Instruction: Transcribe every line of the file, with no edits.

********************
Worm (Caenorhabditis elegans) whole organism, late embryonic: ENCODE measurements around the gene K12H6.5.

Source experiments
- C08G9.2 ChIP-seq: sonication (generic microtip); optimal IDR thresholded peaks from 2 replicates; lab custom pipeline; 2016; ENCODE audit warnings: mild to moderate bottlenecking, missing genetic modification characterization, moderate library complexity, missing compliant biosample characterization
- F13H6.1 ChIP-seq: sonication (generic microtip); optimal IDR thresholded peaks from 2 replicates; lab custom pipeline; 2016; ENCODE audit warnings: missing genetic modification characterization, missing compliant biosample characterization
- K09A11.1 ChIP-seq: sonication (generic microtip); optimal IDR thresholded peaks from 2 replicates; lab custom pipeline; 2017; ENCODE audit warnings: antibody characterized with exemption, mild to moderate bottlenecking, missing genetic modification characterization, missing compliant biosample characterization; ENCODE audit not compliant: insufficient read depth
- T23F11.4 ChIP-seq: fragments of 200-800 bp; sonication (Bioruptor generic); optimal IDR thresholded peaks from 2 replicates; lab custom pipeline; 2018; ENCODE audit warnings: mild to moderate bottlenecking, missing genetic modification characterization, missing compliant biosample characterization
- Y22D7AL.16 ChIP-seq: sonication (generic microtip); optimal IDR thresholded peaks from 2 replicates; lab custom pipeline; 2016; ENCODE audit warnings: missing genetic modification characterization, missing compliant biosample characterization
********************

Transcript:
Worm (Caenorhabditis elegans) whole organism, late embryonic: ENCODE measurements around the gene K12H6.5.

Source experiments
- C08G9.2 ChIP-seq: sonication (generic microtip); optimal IDR thresholded peaks from 2 replicates; lab custom pipeline; 2016; ENCODE audit warnings: mild to moderate bottlenecking, missing genetic modification characterization, moderate library complexity, missing compliant biosample characterization
- F13H6.1 ChIP-seq: sonication (generic microtip); optimal IDR thresholded peaks from 2 replicates; lab custom pipeline; 2016; ENCODE audit warnings: missing genetic modification characterization, missing compliant biosample characterization
- K09A11.1 ChIP-seq: sonication (generic microtip); optimal IDR thresholded peaks from 2 replicates; lab custom pipeline; 2017; ENCODE audit warnings: antibody characterized with exemption, mild to moderate bottlenecking, missing genetic modification characterization, missing compliant biosample characterization; ENCODE audit not compliant: insufficient read depth
- T23F11.4 ChIP-seq: fragments of 200-800 bp; sonication (Bioruptor generic); optimal IDR thresholded peaks from 2 replicates; lab custom pipeline; 2018; ENCODE audit warnings: mild to moderate bottlenecking, missing genetic modification characterization, missing compliant biosample characterization
- Y22D7AL.16 ChIP-seq: sonication (generic microtip); optimal IDR thresholded peaks from 2 replicates; lab custom pipeline; 2016; ENCODE audit warnings: missing genetic modification characterization, missing compliant biosample characterization